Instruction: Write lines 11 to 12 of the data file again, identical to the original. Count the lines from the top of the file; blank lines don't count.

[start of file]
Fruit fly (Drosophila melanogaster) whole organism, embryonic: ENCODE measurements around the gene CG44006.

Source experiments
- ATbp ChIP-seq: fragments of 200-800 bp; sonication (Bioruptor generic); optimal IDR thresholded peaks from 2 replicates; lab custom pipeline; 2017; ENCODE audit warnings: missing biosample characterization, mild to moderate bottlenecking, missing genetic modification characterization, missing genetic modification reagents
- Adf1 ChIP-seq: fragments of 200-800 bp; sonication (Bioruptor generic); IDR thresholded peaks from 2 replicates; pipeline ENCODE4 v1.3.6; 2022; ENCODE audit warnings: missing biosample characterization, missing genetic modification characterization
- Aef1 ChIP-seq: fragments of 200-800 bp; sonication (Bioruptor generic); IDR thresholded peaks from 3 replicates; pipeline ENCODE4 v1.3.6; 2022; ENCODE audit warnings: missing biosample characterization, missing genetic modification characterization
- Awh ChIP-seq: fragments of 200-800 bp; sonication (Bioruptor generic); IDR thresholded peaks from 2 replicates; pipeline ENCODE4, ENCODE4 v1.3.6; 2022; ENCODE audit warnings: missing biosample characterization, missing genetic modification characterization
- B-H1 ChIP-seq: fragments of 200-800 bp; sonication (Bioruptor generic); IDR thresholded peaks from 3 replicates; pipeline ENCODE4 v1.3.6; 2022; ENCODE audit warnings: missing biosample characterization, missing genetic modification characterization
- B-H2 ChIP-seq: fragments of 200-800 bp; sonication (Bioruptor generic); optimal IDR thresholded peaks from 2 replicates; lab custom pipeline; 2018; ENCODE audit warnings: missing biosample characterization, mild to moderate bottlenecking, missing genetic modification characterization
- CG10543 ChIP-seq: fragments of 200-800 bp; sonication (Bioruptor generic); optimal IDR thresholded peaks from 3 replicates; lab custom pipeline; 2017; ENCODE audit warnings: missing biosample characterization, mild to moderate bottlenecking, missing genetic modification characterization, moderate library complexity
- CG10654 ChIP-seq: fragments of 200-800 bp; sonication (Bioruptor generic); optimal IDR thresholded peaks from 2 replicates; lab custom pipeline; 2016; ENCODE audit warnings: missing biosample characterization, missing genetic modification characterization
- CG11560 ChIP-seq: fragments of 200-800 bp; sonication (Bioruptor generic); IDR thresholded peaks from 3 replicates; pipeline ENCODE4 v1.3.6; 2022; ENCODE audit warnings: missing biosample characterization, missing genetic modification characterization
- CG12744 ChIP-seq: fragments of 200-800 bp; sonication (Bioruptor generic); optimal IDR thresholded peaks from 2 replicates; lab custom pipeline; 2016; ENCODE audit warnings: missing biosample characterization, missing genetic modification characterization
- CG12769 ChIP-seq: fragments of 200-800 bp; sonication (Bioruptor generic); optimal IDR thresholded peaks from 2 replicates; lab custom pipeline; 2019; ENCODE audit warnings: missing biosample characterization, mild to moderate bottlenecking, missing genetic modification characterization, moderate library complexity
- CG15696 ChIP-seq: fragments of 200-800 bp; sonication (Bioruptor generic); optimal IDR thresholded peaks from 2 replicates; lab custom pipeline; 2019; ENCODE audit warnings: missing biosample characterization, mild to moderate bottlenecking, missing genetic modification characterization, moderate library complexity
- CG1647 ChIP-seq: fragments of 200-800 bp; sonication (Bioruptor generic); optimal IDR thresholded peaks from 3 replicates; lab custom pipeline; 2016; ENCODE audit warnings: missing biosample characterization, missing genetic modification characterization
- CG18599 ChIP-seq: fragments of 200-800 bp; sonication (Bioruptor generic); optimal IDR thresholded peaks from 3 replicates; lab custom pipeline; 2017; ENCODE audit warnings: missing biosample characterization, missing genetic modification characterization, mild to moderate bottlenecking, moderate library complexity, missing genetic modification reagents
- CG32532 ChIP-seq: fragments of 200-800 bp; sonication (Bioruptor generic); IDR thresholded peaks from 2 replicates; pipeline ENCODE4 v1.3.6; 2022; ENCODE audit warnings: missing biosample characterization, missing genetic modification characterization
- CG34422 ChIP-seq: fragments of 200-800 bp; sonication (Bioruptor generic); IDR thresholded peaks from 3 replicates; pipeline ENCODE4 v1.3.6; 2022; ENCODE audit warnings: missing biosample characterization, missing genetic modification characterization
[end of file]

- CG11560 ChIP-seq: fragments of 200-800 bp; sonication (Bioruptor generic); IDR thresholded peaks from 3 replicates; pipeline ENCODE4 v1.3.6; 2022; ENCODE audit warnings: missing biosample characterization, missing genetic modification characterization
- CG12744 ChIP-seq: fragments of 200-800 bp; sonication (Bioruptor generic); optimal IDR thresholded peaks from 2 replicates; lab custom pipeline; 2016; ENCODE audit warnings: missing biosample characterization, missing genetic modification characterization